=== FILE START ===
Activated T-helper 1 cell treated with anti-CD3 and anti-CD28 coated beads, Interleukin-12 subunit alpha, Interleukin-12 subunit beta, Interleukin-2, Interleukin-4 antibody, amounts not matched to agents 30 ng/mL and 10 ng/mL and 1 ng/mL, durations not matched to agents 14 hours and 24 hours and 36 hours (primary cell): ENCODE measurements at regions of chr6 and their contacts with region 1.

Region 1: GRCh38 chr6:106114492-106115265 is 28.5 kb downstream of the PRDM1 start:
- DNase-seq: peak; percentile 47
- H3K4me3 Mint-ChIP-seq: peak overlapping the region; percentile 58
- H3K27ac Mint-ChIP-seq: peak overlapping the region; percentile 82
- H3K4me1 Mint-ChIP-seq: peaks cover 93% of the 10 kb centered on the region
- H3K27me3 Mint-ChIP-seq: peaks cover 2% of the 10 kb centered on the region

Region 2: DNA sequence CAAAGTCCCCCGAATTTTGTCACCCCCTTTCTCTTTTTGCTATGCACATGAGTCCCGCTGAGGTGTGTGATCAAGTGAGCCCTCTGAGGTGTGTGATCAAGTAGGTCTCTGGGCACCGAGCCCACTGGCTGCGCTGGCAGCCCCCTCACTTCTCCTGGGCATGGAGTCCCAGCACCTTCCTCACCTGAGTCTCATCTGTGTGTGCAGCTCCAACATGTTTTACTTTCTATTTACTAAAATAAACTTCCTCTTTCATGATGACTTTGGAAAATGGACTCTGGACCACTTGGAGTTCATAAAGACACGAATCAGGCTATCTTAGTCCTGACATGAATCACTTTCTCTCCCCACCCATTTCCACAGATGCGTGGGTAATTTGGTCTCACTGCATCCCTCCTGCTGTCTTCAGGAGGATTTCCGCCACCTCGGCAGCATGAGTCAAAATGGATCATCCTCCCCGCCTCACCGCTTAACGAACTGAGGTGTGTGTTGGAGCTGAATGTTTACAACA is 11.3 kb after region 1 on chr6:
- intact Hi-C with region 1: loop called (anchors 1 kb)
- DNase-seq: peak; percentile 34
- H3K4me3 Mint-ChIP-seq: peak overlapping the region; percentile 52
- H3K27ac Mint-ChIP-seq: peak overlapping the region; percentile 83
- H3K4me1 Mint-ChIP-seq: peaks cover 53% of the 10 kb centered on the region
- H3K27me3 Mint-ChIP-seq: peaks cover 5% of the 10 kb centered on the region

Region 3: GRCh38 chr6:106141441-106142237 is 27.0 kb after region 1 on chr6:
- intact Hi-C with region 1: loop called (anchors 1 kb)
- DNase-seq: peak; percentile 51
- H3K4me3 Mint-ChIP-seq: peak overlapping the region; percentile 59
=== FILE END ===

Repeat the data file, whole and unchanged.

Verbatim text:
Activated T-helper 1 cell treated with anti-CD3 and anti-CD28 coated beads, Interleukin-12 subunit alpha, Interleukin-12 subunit beta, Interleukin-2, Interleukin-4 antibody, amounts not matched to agents 30 ng/mL and 10 ng/mL and 1 ng/mL, durations not matched to agents 14 hours and 24 hours and 36 hours (primary cell): ENCODE measurements at regions of chr6 and their contacts with region 1.

Region 1: GRCh38 chr6:106114492-106115265 is 28.5 kb downstream of the PRDM1 start:
- DNase-seq: peak; percentile 47
- H3K4me3 Mint-ChIP-seq: peak overlapping the region; percentile 58
- H3K27ac Mint-ChIP-seq: peak overlapping the region; percentile 82
- H3K4me1 Mint-ChIP-seq: peaks cover 93% of the 10 kb centered on the region
- H3K27me3 Mint-ChIP-seq: peaks cover 2% of the 10 kb centered on the region

Region 2: DNA sequence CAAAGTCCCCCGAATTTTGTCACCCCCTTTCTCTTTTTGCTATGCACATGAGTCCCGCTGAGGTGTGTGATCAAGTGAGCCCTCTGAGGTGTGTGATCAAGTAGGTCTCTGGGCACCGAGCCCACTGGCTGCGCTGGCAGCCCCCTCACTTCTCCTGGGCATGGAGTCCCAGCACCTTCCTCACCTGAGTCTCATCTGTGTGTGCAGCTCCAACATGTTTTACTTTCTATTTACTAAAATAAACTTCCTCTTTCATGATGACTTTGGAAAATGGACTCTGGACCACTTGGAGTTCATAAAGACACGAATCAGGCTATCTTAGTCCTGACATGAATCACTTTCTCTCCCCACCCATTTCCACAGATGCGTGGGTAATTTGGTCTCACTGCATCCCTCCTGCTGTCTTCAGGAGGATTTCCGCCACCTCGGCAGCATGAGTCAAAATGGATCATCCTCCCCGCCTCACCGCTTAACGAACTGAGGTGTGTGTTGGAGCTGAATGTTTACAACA is 11.3 kb after region 1 on chr6:
- intact Hi-C with region 1: loop called (anchors 1 kb)
- DNase-seq: peak; percentile 34
- H3K4me3 Mint-ChIP-seq: peak overlapping the region; percentile 52
- H3K27ac Mint-ChIP-seq: peak overlapping the region; percentile 83
- H3K4me1 Mint-ChIP-seq: peaks cover 53% of the 10 kb centered on the region
- H3K27me3 Mint-ChIP-seq: peaks cover 5% of the 10 kb centered on the region

Region 3: GRCh38 chr6:106141441-106142237 is 27.0 kb after region 1 on chr6:
- intact Hi-C with region 1: loop called (anchors 1 kb)
- DNase-seq: peak; percentile 51
- H3K4me3 Mint-ChIP-seq: peak overlapping the region; percentile 59